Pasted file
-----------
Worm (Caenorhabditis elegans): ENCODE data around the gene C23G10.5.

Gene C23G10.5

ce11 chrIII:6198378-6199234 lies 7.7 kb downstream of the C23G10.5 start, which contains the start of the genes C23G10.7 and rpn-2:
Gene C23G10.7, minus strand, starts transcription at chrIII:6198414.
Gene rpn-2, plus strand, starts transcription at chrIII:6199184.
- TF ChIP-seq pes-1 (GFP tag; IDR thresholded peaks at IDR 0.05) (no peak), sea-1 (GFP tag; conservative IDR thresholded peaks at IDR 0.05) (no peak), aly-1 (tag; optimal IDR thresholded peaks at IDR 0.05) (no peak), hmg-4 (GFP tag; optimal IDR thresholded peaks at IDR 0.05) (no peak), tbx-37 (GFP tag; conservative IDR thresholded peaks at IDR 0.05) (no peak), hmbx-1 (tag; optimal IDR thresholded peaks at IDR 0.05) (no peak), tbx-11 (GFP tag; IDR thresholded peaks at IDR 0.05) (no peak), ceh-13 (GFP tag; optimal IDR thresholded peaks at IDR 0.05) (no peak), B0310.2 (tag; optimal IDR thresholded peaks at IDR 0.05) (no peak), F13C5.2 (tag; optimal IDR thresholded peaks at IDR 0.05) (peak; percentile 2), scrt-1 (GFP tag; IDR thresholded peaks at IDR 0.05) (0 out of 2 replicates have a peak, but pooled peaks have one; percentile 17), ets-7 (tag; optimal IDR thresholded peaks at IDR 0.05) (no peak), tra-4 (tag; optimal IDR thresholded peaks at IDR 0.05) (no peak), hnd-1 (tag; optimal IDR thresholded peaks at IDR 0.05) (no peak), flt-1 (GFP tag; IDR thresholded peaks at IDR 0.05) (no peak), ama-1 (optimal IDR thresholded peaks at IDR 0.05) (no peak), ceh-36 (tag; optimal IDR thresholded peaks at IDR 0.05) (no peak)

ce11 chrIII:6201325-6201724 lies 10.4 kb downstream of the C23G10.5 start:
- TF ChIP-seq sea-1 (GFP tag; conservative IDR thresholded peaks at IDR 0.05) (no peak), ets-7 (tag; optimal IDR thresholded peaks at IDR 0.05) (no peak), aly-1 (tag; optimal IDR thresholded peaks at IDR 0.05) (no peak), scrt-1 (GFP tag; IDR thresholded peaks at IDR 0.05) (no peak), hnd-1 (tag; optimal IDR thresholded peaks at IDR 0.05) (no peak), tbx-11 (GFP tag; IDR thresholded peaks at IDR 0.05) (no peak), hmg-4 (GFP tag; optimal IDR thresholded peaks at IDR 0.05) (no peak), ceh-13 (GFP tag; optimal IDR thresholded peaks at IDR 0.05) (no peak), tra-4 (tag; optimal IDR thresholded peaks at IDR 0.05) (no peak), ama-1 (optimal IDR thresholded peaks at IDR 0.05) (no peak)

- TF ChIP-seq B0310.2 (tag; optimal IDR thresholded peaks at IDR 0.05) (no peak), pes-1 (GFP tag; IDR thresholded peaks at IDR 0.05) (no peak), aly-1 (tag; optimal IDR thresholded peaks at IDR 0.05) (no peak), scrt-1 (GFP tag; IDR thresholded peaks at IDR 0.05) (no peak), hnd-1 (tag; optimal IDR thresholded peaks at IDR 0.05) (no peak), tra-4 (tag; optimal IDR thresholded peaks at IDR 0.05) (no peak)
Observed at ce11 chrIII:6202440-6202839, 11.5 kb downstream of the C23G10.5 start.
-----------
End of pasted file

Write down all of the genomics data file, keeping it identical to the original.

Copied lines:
Worm (Caenorhabditis elegans): ENCODE data around the gene C23G10.5.

Gene C23G10.5

ce11 chrIII:6198378-6199234 lies 7.7 kb downstream of the C23G10.5 start, which contains the start of the genes C23G10.7 and rpn-2:
Gene C23G10.7, minus strand, starts transcription at chrIII:6198414.
Gene rpn-2, plus strand, starts transcription at chrIII:6199184.
- TF ChIP-seq pes-1 (GFP tag; IDR thresholded peaks at IDR 0.05) (no peak), sea-1 (GFP tag; conservative IDR thresholded peaks at IDR 0.05) (no peak), aly-1 (tag; optimal IDR thresholded peaks at IDR 0.05) (no peak), hmg-4 (GFP tag; optimal IDR thresholded peaks at IDR 0.05) (no peak), tbx-37 (GFP tag; conservative IDR thresholded peaks at IDR 0.05) (no peak), hmbx-1 (tag; optimal IDR thresholded peaks at IDR 0.05) (no peak), tbx-11 (GFP tag; IDR thresholded peaks at IDR 0.05) (no peak), ceh-13 (GFP tag; optimal IDR thresholded peaks at IDR 0.05) (no peak), B0310.2 (tag; optimal IDR thresholded peaks at IDR 0.05) (no peak), F13C5.2 (tag; optimal IDR thresholded peaks at IDR 0.05) (peak; percentile 2), scrt-1 (GFP tag; IDR thresholded peaks at IDR 0.05) (0 out of 2 replicates have a peak, but pooled peaks have one; percentile 17), ets-7 (tag; optimal IDR thresholded peaks at IDR 0.05) (no peak), tra-4 (tag; optimal IDR thresholded peaks at IDR 0.05) (no peak), hnd-1 (tag; optimal IDR thresholded peaks at IDR 0.05) (no peak), flt-1 (GFP tag; IDR thresholded peaks at IDR 0.05) (no peak), ama-1 (optimal IDR thresholded peaks at IDR 0.05) (no peak), ceh-36 (tag; optimal IDR thresholded peaks at IDR 0.05) (no peak)

ce11 chrIII:6201325-6201724 lies 10.4 kb downstream of the C23G10.5 start:
- TF ChIP-seq sea-1 (GFP tag; conservative IDR thresholded peaks at IDR 0.05) (no peak), ets-7 (tag; optimal IDR thresholded peaks at IDR 0.05) (no peak), aly-1 (tag; optimal IDR thresholded peaks at IDR 0.05) (no peak), scrt-1 (GFP tag; IDR thresholded peaks at IDR 0.05) (no peak), hnd-1 (tag; optimal IDR thresholded peaks at IDR 0.05) (no peak), tbx-11 (GFP tag; IDR thresholded peaks at IDR 0.05) (no peak), hmg-4 (GFP tag; optimal IDR thresholded peaks at IDR 0.05) (no peak), ceh-13 (GFP tag; optimal IDR thresholded peaks at IDR 0.05) (no peak), tra-4 (tag; optimal IDR thresholded peaks at IDR 0.05) (no peak), ama-1 (optimal IDR thresholded peaks at IDR 0.05) (no peak)

- TF ChIP-seq B0310.2 (tag; optimal IDR thresholded peaks at IDR 0.05) (no peak), pes-1 (GFP tag; IDR thresholded peaks at IDR 0.05) (no peak), aly-1 (tag; optimal IDR thresholded peaks at IDR 0.05) (no peak), scrt-1 (GFP tag; IDR thresholded peaks at IDR 0.05) (no peak), hnd-1 (tag; optimal IDR thresholded peaks at IDR 0.05) (no peak), tra-4 (tag; optimal IDR thresholded peaks at IDR 0.05) (no peak)
Observed at ce11 chrIII:6202440-6202839, 11.5 kb downstream of the C23G10.5 start.